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Sangre de Mi Sangre: An Identity Politics Thriller

Mexican illegals search and scrap for a home in Christopher Zalla's debut

How to turn a social problem into an existential drama? Sangre de Mi Sangre (Blood of My Blood), a first feature written and directed by Columbia-educated Christopher Zalla, makes an end run around liberal shibboleth by treating the situation of Mexican illegals as the subject for a miserabilist thriller—complete with issues of lost and found identity.

On the whole, Zalla's strategy pays off. Slick and energetic as it is, Sangre de Mi Sangre won the grand-jury prize (as Padre Nuestro) at the 2007 Sundance Film Festival—a first for a Spanish-language feature. Arty but elemental, it subsequently found its niche in last year's "New Directors" series, as one of the more visceral movies pondering the new globalization. Indeed, Sangre de Mi Sangre asks to be considered as a Mexican movie, although it was made in the U.S.A.

Introduced scrambling for money in a garbage-ridden shantytown, teenaged Juan (Armando Hernandez, an illegal in Fast Food Nation) is literally chased into the van that will transport him from the slums of Pueblo to those of Brooklyn. En route, he meets Pedro (Jorge Adrian Espindola, seen here in The Three Burials of Melquiades Estrada). Pedro is Juan's age but infinitely more naïve, hopefully armed with a letter of introduction for the father whom he has never known but imagines to be a New York restaurateur. This is an encounter between a natural predator and his natural victim. That the latter is conveniently illiterate makes it all the easier for Juan to assume Pedro's identity once he has stolen the letter, and now the movie takes its metaphysical turn.

Jorge Adrian Espindola, on the run
IFC Films

Jorge Adrian Espindola, on the run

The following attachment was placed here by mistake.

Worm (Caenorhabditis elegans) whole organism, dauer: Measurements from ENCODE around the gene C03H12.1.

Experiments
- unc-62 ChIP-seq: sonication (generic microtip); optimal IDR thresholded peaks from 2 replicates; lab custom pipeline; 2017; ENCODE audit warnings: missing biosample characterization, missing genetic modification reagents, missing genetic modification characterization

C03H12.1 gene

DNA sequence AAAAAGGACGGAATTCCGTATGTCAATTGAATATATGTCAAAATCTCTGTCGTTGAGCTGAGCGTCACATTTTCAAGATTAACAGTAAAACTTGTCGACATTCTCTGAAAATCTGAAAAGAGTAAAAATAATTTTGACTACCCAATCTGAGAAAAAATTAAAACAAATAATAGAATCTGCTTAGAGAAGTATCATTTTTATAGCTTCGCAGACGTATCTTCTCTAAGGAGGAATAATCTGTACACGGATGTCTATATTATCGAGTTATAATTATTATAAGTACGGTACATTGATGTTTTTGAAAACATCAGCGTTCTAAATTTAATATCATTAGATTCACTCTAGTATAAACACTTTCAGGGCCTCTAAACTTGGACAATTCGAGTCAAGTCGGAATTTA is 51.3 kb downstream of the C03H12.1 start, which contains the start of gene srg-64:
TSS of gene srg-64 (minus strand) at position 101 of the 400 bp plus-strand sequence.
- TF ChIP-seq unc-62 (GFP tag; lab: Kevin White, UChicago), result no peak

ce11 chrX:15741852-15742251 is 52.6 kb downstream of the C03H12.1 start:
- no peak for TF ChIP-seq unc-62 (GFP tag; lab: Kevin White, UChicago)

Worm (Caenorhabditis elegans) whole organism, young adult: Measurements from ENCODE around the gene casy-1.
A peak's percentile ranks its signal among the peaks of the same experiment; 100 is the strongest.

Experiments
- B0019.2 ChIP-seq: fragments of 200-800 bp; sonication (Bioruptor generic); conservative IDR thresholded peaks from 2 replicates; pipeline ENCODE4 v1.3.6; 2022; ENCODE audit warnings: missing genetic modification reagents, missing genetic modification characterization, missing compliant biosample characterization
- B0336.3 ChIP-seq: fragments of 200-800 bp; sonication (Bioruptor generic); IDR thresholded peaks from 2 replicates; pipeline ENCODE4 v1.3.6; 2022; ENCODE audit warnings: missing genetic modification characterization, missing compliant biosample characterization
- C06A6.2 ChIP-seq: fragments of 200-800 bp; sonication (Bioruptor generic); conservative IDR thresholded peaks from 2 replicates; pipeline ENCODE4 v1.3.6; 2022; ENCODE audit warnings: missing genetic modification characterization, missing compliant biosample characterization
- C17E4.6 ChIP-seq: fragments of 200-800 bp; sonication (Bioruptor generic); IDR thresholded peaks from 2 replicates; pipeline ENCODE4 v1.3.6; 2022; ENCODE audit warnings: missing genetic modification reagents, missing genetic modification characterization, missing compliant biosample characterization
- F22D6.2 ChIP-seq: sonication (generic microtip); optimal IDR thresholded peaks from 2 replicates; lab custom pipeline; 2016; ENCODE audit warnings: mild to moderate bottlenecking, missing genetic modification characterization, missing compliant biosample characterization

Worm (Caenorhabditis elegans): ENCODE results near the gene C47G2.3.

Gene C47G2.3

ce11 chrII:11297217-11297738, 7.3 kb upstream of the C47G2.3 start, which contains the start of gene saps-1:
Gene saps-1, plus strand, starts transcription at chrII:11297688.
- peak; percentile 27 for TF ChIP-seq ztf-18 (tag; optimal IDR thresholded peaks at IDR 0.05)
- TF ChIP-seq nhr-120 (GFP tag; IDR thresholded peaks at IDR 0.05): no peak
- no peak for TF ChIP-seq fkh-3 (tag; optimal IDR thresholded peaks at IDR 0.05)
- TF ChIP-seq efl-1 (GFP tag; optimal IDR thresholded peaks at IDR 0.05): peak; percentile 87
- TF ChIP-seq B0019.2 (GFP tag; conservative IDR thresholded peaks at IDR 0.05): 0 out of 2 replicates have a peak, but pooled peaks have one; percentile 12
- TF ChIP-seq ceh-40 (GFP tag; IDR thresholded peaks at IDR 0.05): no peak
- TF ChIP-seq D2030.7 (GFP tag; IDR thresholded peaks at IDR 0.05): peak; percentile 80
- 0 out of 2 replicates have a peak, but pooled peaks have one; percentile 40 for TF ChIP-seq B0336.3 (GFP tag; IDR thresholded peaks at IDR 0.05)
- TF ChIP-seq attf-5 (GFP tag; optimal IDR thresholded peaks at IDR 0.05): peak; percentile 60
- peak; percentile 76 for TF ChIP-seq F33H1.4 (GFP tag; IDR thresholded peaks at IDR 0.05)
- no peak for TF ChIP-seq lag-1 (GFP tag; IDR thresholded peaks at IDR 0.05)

Details

Sangre de Mi Sangre
Written and directed by Christopher Zalla
IFC Films
Opens May 16, IFC Center

While the hapless Pedro wanders Williamsburg, Juan reinvents himself as a long-lost child, arduously wooing Pedro's father Diego (Mexican actor Jesus Ochoa), a heavyset, hovel-dwelling brooder, as irascible as he is miserly and, unsurprisingly, nothing more elevated than a dishwasher. Pedro's main contact, meanwhile, is the unlikely pavement-dwelling junkie-hustler-cum-crack-ho Magda (American actress Paola Mendoza). She helps Pedro search for his father while Juan hunts for Diego's stashed fortune, with Zalla cutting back and forth between the these quests and the movie's principals unknowingly brushing by each other on the mean streets of Brooklyn.

Moving his chess pieces around town and forcing all manner of parallels, Zalla receives strong support from his mainly Mexican and solidly professional cast. (The showiest performance belongs to the UCLA-trained Mendoza, who, with her sunken eyes, graveyard pallor, and frequently bared teeth, seems primed to play the secondary daughter of darkness in an old-fashioned Hammer vampire flick.) Late in the day, Ochoa, the film's senior performer, is called upon to execute a few snappy emotional transitions—starting with a scene in a Mexican dance bar where the successfully conned Diego relaxes and starts experiencing a paternal pride he never knew he had.

Dark and clamorous, never less than tastefully lurid, Sangre de Mi Sangre intimates Luis Buñuel's classic slum drama Los Olvidados—not in terms of the narrative per se, but in the way it deals with conflict and characterization, as though Zalla had recast Buñuel's types (the confused good boy and his delinquent alter ego, the contested woman and the blind miser) in another drama set in another corner of society's basement. Ultimately, Sangre de Mi Sangre makes its own bid for tragic irony: Juan and Pedro are not simply construed as doubles but, in a series of nasty twists, Juan's replacement of Pedro goes several steps further than expected.

The result is contrived, but compelling—as is the movie's high-powered humanism. Shooting in widescreen, Zalla keeps his camera generally close to his subjects and defines his characters through their actions. Juan enters running and leaves the same way—a figure with no fixed identity who is nowhere at home.

 
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